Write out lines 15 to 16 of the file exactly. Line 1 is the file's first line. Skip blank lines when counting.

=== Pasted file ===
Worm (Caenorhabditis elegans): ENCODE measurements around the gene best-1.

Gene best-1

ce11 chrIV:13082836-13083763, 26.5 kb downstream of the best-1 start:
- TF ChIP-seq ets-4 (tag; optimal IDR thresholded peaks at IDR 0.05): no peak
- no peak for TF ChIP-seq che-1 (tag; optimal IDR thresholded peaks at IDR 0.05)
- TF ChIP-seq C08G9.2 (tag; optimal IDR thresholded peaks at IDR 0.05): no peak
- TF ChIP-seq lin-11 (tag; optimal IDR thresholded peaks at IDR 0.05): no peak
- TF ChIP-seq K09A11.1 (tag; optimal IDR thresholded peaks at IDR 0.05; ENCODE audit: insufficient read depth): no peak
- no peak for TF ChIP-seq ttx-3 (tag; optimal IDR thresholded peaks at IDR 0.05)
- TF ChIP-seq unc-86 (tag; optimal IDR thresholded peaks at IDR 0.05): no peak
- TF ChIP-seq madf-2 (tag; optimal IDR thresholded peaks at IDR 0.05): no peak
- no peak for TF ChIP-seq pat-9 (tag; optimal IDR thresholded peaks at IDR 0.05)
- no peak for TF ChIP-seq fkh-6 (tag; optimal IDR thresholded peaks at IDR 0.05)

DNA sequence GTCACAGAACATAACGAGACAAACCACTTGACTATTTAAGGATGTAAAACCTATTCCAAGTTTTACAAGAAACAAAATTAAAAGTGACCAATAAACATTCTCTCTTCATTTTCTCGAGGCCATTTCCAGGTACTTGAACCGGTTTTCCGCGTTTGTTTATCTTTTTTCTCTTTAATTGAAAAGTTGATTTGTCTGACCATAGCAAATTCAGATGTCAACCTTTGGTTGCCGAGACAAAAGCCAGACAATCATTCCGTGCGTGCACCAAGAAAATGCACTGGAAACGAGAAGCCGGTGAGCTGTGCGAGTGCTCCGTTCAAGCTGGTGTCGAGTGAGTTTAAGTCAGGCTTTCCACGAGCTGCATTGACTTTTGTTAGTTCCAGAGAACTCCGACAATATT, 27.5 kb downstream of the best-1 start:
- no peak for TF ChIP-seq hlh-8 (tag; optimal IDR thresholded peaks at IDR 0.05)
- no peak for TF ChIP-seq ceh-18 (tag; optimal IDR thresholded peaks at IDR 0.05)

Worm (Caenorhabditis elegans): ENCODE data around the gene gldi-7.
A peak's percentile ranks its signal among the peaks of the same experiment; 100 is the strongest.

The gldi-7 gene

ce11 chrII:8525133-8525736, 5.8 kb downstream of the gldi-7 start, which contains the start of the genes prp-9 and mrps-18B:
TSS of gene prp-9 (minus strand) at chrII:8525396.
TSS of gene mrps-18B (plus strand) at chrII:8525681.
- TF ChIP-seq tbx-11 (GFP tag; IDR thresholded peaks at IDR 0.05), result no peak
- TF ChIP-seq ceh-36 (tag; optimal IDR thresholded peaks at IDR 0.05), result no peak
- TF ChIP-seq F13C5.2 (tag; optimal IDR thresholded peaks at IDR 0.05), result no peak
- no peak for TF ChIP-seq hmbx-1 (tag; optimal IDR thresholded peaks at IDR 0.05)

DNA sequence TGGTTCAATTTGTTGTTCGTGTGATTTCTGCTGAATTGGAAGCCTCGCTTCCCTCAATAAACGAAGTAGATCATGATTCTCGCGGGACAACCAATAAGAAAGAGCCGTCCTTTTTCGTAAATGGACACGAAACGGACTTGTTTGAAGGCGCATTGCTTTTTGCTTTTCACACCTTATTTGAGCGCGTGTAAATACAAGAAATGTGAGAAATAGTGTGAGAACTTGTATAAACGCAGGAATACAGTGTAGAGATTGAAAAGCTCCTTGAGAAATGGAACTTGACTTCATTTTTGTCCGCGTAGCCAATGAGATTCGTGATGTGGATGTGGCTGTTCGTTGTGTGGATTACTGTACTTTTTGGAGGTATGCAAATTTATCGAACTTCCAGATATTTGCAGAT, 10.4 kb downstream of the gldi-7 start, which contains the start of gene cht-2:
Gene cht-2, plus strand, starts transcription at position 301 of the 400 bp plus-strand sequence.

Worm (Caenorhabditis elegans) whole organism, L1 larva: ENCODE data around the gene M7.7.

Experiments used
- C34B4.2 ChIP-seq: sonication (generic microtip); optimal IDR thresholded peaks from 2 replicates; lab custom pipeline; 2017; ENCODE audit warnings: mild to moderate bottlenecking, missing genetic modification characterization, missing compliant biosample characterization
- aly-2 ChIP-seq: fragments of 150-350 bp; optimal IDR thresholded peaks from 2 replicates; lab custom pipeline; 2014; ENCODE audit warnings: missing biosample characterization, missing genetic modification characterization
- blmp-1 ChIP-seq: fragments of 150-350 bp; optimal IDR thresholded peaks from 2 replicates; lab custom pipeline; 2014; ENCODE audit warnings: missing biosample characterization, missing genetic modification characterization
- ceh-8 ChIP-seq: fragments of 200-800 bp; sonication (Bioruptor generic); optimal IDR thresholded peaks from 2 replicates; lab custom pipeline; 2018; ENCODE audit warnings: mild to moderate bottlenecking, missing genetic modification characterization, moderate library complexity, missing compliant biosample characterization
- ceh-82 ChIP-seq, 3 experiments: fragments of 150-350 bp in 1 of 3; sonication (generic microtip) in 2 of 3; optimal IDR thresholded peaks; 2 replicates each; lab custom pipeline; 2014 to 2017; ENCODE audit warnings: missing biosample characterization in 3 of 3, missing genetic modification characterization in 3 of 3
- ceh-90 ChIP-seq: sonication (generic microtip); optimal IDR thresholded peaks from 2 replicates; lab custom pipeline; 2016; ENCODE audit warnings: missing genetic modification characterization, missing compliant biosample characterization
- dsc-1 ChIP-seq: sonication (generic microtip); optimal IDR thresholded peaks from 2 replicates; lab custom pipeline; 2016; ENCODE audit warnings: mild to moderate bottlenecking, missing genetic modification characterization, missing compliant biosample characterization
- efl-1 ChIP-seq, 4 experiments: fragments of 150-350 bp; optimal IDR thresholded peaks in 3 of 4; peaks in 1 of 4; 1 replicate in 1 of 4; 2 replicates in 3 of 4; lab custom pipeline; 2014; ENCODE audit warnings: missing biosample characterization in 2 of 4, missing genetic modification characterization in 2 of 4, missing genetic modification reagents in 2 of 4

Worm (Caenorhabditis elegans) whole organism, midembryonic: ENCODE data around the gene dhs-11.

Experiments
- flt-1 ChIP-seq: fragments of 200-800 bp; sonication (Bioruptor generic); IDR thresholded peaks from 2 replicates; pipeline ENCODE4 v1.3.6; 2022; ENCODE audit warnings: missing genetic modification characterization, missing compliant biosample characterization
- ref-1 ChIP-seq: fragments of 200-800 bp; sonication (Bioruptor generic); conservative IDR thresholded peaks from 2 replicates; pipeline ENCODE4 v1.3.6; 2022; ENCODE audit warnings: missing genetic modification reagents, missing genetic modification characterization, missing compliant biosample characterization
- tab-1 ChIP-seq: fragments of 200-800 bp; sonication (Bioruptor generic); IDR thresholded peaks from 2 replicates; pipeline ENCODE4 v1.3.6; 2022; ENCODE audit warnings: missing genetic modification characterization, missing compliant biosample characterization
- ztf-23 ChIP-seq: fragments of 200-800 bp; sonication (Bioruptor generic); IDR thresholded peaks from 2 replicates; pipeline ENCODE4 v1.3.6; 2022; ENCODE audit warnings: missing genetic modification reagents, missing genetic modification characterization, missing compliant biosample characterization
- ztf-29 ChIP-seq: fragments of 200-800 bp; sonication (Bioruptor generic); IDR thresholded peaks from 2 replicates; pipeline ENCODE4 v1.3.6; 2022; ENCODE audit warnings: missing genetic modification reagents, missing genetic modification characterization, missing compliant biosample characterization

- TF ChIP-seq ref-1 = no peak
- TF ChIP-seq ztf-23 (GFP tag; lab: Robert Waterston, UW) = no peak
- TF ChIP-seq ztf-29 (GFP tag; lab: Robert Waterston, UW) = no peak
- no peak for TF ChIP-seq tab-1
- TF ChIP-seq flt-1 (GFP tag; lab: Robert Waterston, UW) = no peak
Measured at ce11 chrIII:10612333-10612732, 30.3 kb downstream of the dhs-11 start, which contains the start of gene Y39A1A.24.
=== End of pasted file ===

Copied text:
- no peak for TF ChIP-seq hlh-8 (tag; optimal IDR thresholded peaks at IDR 0.05)
- no peak for TF ChIP-seq ceh-18 (tag; optimal IDR thresholded peaks at IDR 0.05)